During the last period of minority government, I feel that the Liberal Democrats just opposed things for the sake of it and ended up being the third party saying “no.” This did not do us any favours. I hope that the style we adopt in this Parliament will be more along the lines of what we did in the last. We agreed with the SNP on things like minimum alcohol pricing but vigorously opposed them on civil liberties matters. We were able to change their policy by working with them and by working with others against them. That balance is important and Willie as leader has shown pretty good judgement. It’s important that we always make sure that there is a point behind what we are doing. I expect that the five Liberal Democrats will vigorously pursue the issues we championed during the election campaign – education, mental health, civil liberties and climate change and do all it can to make sure the SNP is fully held to account.

* Caron Lindsay is Editor of Liberal Democrat Voice and blogs at Caron's Musings

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This entry was posted in Op-eds.


  • Richard Underhill 17th May '16 - 2:37pm

    What this scheme for some form of guardianship?

  • Caron Lindsay Caron Lindsay 17th May '16 - 2:52pm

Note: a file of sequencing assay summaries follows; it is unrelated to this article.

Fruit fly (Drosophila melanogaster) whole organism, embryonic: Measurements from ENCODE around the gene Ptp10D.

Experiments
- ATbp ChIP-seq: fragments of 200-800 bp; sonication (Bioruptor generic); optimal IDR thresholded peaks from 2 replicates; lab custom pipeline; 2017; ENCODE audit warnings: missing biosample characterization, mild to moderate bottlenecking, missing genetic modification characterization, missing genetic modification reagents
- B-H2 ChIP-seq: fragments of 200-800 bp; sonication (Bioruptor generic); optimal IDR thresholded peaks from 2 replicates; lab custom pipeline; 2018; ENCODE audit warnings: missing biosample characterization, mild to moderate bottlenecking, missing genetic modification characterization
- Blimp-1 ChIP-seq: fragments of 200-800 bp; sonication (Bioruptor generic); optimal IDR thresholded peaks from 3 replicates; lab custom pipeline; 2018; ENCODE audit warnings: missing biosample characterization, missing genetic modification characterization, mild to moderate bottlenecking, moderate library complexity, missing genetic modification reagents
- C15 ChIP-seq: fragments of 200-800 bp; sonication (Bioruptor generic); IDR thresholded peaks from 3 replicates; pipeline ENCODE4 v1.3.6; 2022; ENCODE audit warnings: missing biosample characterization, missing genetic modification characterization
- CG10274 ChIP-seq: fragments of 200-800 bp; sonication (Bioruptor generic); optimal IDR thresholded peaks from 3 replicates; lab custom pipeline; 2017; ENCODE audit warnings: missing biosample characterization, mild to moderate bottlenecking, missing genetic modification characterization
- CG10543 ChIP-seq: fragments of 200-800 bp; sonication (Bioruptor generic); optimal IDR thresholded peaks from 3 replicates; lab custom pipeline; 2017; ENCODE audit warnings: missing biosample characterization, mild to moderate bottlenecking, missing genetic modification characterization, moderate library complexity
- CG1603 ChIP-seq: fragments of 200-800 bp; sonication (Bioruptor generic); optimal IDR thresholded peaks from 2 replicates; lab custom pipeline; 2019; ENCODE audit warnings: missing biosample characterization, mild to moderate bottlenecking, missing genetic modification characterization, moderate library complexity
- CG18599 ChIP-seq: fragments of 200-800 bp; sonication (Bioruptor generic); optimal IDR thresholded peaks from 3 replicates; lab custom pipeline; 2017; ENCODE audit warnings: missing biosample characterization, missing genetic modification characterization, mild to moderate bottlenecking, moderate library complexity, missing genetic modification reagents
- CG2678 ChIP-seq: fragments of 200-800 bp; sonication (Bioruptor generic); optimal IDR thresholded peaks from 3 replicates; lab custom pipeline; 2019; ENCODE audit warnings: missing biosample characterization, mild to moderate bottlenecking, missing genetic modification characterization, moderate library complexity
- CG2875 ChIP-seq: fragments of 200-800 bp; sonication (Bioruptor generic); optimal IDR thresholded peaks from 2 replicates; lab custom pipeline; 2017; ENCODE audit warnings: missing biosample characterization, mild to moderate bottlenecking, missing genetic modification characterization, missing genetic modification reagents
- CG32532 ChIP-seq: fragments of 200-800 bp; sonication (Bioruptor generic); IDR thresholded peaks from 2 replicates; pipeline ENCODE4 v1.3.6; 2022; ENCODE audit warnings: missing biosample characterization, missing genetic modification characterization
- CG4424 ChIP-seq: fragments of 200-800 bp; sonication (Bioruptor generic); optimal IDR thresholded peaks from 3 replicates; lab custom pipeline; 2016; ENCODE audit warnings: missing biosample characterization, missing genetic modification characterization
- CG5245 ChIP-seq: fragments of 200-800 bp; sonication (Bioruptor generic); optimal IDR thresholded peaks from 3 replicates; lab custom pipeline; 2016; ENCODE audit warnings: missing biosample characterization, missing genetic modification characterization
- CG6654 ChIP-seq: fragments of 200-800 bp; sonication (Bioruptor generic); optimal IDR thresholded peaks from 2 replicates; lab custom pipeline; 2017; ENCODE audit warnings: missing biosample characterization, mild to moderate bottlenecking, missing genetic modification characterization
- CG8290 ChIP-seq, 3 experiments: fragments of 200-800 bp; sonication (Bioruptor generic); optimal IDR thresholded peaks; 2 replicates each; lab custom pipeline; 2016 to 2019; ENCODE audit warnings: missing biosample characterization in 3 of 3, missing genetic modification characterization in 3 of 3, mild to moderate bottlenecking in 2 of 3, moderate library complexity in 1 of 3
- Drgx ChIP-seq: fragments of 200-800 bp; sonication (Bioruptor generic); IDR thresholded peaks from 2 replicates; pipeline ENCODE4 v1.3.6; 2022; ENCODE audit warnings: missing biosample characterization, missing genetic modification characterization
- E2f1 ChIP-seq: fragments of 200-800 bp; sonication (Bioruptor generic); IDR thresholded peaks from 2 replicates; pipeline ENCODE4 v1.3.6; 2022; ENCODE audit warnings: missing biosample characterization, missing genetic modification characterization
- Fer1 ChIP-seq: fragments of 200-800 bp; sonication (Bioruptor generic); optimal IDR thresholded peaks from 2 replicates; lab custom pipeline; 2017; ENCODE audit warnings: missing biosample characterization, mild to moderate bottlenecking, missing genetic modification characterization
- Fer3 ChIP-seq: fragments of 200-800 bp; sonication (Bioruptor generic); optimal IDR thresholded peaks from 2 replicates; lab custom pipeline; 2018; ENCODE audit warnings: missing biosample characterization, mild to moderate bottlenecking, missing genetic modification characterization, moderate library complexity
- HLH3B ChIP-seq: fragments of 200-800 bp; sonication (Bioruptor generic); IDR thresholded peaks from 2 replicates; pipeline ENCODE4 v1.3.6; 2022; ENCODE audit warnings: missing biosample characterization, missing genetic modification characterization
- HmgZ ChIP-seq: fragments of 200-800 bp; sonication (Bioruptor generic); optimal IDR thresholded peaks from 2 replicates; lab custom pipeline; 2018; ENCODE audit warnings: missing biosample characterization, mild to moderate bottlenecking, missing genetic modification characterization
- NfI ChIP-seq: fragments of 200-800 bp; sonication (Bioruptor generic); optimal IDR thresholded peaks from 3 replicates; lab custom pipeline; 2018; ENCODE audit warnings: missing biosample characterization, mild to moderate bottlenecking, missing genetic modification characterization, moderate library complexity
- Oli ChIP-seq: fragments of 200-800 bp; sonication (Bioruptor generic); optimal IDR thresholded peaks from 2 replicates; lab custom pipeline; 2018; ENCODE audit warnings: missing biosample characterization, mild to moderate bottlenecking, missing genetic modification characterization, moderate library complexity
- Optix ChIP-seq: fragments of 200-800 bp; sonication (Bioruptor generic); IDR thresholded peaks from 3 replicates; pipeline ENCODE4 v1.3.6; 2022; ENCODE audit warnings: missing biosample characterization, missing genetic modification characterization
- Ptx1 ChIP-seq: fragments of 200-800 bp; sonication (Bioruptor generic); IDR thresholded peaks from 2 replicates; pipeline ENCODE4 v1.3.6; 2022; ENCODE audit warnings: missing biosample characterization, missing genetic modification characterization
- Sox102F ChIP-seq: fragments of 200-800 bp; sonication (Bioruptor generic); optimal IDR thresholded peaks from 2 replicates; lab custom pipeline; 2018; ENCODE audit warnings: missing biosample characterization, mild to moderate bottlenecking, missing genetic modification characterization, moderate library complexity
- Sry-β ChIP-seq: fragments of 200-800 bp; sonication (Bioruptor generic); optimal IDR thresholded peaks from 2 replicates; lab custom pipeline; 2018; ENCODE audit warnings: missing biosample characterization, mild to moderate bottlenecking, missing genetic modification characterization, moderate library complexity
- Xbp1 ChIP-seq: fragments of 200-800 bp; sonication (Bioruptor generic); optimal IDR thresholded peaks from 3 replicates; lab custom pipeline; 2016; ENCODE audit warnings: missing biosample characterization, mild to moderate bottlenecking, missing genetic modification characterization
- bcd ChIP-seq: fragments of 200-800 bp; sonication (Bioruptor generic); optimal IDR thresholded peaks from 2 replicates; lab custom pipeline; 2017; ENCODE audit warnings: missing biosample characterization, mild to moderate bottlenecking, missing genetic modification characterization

You mean the named person scheme? It’s not really as bad as it’s been painted by some, but we need to keep it under review.

  • Wait, hang on. You yourself Caron laid into PC in Wales for EXACTLY this stunt. And then you come out with this:

    “Nicola Sturgeon’s comments that she expects Parliament to respect her mandate are not the sort of comments you would expect from a leader without a majority. She has to show a bit of humility and respect for Parliament.”

    But God forbid Carwyn James and Labour be taught a lesson in humility in Cardiff? One they do seem now to have learned.

  • Richard Whelan 17th May '16 - 7:28pm


    What’s all this grandstanding about? The party only has 5 MSP’s in the Scottish Parliament. Had Willie been elected First Minister he would have had, as the Scottish Parliament’s smallest grouping, to rely on the votes of Conservative, Labour and Green MSP’s just to form an anti-SNP majority. Why is this better than the Plaid Cymru, Conservative and UKIP alliance you so rightly criticised in the Welsh Assembly the other day? What is source for the goose is also source for the gander.

  • Caron Lindsay Caron Lindsay 17th May '16 - 8:56pm

    @Ryan: There was no danger of what happened in Wales happening in Scotland, nor were there any UKIP to do deals with. Leanne got herself into a situation of her own making without thinking it through. Willie knew perfectly well that he wasn’t going to win, nor get any backing from any other party, but he took the chance to highlight to the SNP that they needed to work to get the backing of Parliament.

  • Peter Watson 17th May '16 - 9:34pm

    So on his 5th anniversary as leader of the 5th party in the Scottish Parliament with 5 MSPs, Willie Rennie secured 5 votes in the election to be First Minister.
    What is Willie Rennie’s lucky number?

  • I think Rennie and the other small parties in Holyrood need to be very careful in not overplaying their hands. Sturgeon and the SNP clearly did get a very significant mandate from the Scottish electorate. The Lib Dems just about defended the terrible result in 2011 and slipped from fourth to fifth place in the Parliament.